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Simona Halep – “You cannot compare Serena with all of us”

Simona Halep has the ultimate respect for legendary Serena Williams. But the Romanian isn’t going to let respect get in the way of her mission to stop Williams’ quest for a 24th major title.

Simona_Halep_Australian Open_R2_2021 Simona_Halep_Australian Open_R2_2021 © Panoramic

Simona Halep called Serena Williams a “legend” during her post-match interview on Day 7, moments after dispatching Iga Swiatek in three sets. The Romanian has a healthy respect for one of the game’s greatest stars, and she’s not afraid to admit it.

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“She’s the only one with 23 Grand Slams, so you cannot compare Serena with all of us, because we do not have so many Grand Slams,” Halep said when asked about her tip of the cap to Serena.

But she quickly added that her admiration for Williams’ accomplishments won’t intimidate her or stop her from believing that she can take the American out when they meet on Tuesday in Australian Open quarter-final action.

“When I step on the court, it’s just another opponent, and always I’m focused on myself more than I focus against who I play,” she said. “And I’m trying to give my best to try everything I can to win that match.”

Williams moving better than she has in years 

As Halep and her coaching staff drum up a gameplan for Tuesday’s hotly anticipated tilt,  there is a different element of Williams’ game that they must take into account: movement. 

Williams played some world-class defense during her round of 16 victory over Aryna Sabalenka and the 39-year-old American turned heads with her court coverage and ability to steal points with her legs. It was the first thing that Darren Cahill, Halep’s longtime coach, talked about when he was asked about what he thought Williams was doing well at the Australian Open this year.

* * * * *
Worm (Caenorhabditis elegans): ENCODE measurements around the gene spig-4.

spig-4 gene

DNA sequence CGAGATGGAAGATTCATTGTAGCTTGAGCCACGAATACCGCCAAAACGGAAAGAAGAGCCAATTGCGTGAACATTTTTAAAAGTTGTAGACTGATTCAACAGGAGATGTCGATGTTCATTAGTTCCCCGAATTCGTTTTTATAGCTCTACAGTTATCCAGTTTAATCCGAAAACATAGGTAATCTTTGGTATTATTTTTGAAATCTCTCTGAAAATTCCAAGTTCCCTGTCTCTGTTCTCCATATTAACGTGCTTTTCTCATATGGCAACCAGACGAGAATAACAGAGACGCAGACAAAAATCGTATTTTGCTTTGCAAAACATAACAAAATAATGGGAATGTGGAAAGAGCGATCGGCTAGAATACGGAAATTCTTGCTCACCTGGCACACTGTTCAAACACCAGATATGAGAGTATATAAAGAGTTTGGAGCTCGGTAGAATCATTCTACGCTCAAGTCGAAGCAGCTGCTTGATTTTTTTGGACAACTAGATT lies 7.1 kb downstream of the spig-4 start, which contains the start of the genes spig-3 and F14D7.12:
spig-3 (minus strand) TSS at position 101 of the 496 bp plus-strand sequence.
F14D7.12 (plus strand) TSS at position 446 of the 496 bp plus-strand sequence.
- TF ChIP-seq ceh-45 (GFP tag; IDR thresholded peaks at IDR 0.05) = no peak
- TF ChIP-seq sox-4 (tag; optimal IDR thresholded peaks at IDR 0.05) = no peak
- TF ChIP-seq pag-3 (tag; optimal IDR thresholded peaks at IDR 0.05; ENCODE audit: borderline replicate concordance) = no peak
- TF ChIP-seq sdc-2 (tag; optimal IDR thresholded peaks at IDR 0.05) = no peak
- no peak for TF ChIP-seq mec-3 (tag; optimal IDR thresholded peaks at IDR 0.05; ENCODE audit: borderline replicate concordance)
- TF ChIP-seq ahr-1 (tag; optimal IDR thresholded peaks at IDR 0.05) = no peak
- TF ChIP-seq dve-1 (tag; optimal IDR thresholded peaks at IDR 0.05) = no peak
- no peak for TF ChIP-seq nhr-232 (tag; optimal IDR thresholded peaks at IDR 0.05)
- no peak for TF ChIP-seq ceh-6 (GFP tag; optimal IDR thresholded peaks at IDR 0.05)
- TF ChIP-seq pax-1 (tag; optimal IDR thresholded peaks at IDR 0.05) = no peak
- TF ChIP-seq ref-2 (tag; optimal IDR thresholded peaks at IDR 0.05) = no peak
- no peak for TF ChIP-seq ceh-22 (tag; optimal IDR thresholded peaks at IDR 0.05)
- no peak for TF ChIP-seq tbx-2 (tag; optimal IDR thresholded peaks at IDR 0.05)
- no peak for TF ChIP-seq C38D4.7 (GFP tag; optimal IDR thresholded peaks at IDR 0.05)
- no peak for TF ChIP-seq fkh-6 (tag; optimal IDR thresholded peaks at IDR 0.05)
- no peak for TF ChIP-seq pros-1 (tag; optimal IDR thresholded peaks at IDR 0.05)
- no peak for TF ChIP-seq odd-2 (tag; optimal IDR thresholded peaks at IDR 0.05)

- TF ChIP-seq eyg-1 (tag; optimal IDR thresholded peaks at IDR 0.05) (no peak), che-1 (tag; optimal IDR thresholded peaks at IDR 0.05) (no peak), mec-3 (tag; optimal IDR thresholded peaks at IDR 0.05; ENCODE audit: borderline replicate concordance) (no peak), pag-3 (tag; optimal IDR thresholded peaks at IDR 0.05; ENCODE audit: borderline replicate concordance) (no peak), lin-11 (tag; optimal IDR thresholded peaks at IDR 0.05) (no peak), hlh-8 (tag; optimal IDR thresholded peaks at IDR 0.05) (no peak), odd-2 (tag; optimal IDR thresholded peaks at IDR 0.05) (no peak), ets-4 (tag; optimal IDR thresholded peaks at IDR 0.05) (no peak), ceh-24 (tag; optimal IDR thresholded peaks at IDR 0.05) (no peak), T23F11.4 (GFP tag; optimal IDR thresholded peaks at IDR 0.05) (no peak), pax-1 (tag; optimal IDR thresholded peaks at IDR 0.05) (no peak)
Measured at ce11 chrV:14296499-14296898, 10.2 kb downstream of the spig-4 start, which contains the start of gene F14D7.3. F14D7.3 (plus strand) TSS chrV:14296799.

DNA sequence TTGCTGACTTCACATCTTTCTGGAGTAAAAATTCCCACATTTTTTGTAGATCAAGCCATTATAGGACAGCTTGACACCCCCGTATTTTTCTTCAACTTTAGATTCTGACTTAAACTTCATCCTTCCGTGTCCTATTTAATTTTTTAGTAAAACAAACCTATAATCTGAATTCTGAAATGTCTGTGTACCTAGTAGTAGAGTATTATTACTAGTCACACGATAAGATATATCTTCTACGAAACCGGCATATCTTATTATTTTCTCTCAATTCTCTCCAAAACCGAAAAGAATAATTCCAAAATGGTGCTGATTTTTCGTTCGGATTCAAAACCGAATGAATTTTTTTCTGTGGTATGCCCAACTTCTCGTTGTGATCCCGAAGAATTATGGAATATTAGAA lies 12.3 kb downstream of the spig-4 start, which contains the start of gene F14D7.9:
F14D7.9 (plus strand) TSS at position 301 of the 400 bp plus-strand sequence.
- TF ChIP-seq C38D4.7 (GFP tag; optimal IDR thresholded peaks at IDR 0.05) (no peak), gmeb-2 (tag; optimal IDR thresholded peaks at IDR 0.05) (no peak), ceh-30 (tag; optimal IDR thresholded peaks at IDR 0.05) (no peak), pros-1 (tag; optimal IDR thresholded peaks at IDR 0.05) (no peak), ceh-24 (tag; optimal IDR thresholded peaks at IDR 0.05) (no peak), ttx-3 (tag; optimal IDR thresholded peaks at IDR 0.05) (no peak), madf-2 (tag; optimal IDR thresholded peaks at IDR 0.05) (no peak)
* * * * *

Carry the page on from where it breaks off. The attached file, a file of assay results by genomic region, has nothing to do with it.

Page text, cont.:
“She’s moving well,” he said. “That’s the thing that stands out more than anything is that she’s able to defend more balls at the moment. She’s moving as well as I’ve seen her move for a long, long time. If you can stay in more points and get more balls back, stay alive, then she’s got the power to turn those points around.” 

Halep, who last faced Williams in the Wimbledon final in 2019 and played the match of her life to win 6-2, 6-2, says that she plans to focus on herself more than Serena. 

“I’m trying to give my best to try everything I can to win that match. I’m used to playing Serena. We played so many times. I know what to expect. I will just try to do my game, and I will be confident.” 

The power game is there as well for Williams

Williams put on a jaw-dropping display of power tennis on Sunday in Melbourne, as she matched up with one of the game’s up-and-coming aggressors and came out with the upper hand against Aryna Sabalenka. 

She has fired 28 aces through four rounds and has struck the tournament’s fastest serve on the women’s side, at 202 KPH. She is also winning 79 percent of her first-serve points. 

Cahill feels that she is playing better than she has in years. 

“She’s playing as well as I’ve seen her play for a long time,” he says. “She’s moving as well as I’ve seen her move and defend in the last four or five years. [She is] Confident. She’s Serena Williams. You know, it’s all-encompassing when you play somebody like her, and it’s why it’s such a great challenge.”

Halep says the power doesn’t worry her. When it comes to tracking down powerful blasts and absorbing power, she’s among the best in the sport.

“I’m not scared of the power that is in tennis right now, because I have experience,” she said. “I played many times with these players, and I beat most of them. So I’m confident with my way of playing, and doesn’t matter that much the power of the game for me.”

Halep’s best day ever 

The Romanian only owns two wins against Serena but both were lopsided victories that should, at the very least, give her confidence that she can defeat the legendary American, even on a fast surface like the one currently in play at Melbourne park. Halep remembers her lopsided thrashing of Serena in the Wimbledon final fondly, even if she knows the odds of repeating such a performance are slim.

“The game, I think it was one of the best in my life,” she said of that stunning performance, which featured just three unforced errors from her side of the court. “The best day actually of my life. I felt very confident back then. I felt every ball. I felt all the game. But I’m not different mentally from that day. I just think that two matches in a row cannot be the same, so I’m just getting ready to face her here.”

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